Oct 26, 2007 rated it it was amazing
Recommends it for: all
This book has remained in my memory because it speaks to many of the issues that children deal with today. The main character wears the same outfit everyday, and yet claims to have a hundred. Due to her claim of having a hundred dresses, the students ridcule her. Sadly, the students merely see the physical,where as the main character sees beyond the physical. Though in the physical she was not attired with the hundred dresses,in her imagination and drawings she was and that was sufficient for he ...more
Apr 14, 2016 rated it really liked it
The Hundred Dresses is Eleanor Estes' 1945 Newberry Award Winning classic geared toward middle grade readers. The book is still relevant these 70 years later because it touches on important concepts like bullying, peer pressure, and racial discrimination. In a letter to readers at the beginning of the book, Estes' daughter tells us that the book had been based on events in her mother's own life.
Wanda Petronski is a Polish immigrant who lives in a one room house in the poor section of town with
Jun 24, 2020 rated it really liked it  ·  review of another edition
This book won the 1945 Newberry Award. It is of its time and place. Yet, my recent experience reading it with my soon-to-be-six year old made me see its current value. In general, I agree with my GR friend, Julie, when she basically says that the individual parts or this book may be wanting but the whole is greater than the sum of the parts.

This is a story that may have its greatest impact for girls age ten and under. It deals with how easy it is to becom
Apr 22, 2011 rated it it was amazing
Shelves: kids-books
This book is heartbreaking. The Hundred Dresses is a really short, mid-grade book about a girl Wanda who tells some other girls in her class that she has 100 beautiful dresses at home, "all lined up in her closet," even though she wears the same, faded blue dress to school every day. One girl Peggy relentlessly teases her about her 100 dresses, while her best friend Maggie stands by and lets it happen. I cried through the end. Maybe it's because I have a similar story from my childhood that stil ...more
Lisa  (not getting friends updates) Vegan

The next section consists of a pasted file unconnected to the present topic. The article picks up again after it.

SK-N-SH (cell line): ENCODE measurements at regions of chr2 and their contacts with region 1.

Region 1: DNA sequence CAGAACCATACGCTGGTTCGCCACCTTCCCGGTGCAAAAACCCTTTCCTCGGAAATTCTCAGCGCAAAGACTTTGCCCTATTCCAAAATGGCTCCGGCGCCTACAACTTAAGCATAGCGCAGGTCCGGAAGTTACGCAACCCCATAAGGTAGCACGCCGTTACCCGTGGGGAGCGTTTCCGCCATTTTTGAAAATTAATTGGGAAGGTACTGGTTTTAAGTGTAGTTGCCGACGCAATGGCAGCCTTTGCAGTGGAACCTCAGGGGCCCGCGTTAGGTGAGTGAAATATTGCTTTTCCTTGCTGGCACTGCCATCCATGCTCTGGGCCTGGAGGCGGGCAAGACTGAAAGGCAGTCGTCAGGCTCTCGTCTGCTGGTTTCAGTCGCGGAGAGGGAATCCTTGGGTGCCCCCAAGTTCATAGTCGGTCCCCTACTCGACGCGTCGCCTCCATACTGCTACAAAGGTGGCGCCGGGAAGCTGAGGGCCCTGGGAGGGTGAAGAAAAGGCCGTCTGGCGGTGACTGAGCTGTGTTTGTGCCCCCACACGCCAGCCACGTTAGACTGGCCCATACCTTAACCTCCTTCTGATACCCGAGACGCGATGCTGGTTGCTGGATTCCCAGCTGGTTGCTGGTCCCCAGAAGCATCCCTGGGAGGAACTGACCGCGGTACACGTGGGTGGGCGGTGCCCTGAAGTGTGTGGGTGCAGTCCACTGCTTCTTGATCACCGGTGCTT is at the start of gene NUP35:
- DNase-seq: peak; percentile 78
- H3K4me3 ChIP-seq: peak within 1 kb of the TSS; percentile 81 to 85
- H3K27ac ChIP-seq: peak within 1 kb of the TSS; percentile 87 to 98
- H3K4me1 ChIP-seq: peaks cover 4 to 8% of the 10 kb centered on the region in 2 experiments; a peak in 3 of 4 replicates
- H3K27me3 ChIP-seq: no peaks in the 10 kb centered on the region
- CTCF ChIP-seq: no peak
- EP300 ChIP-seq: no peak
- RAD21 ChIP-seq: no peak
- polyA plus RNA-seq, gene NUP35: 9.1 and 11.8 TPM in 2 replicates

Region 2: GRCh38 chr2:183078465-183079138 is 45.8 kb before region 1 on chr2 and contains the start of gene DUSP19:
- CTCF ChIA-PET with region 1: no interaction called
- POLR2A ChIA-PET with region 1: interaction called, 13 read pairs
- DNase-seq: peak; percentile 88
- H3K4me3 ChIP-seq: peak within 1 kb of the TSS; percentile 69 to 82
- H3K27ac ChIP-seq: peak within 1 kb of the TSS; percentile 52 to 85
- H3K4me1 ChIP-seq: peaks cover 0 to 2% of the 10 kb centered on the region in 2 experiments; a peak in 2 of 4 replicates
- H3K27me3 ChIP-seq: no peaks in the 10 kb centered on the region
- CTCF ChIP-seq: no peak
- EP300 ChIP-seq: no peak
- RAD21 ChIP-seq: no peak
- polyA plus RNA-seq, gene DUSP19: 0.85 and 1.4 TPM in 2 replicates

Great way to introduce children to the concept of empathy, and it’s an interesting story too. I first read it in elementary school and it’s really stuck with me.
Apr 01, 2020 rated it it was amazing  ·  review of another edition
Very cute little book
Apr 23, 2016 rated it really liked it
This short story written in the early 1940's, has a very timeless message. The illustrations added dimension to the written word. ...more
Jun 13, 2020 rated it really liked it
I loved Eleanor Estes as child, but had never read this one. I read it aloud to my 5-year-old and she enjoyed it, but I think the undertones of regret and reconciliation will be more fully understood in a couple of years. We'll look forward to reading this one together again, and getting more out of it with every reading. ...more
Clare Cannon
Aug 25, 2010 rated it it was amazing
Shelves: 04-8yrs, 08-12yrs
A highly recommended story that speaks powerfully to girls about friendship and forgiveness, with simple, child-like drawings that reflect the understated feel of the tale itself. It is a story that truly enlarges the heart and is sure to be passed around among friends.
This was a sweet story from the times when kids were not mean in a way they are today or at least what I gather from books. It seems they were innocent then.
However, the writing was not inviting and a little dull. I wonder if her other books are similar to this one.
No matter what, I am very comfortable with Newbery award books.
Aug 19, 2020 rated it really liked it
gradually, memories started to come alive from my mind. i saw myself as a first grader, brutally then in my mind, judging the class' misfits who were not doing their homework, or were looking unclean, or even peeing on themselves. yes, it was that sad.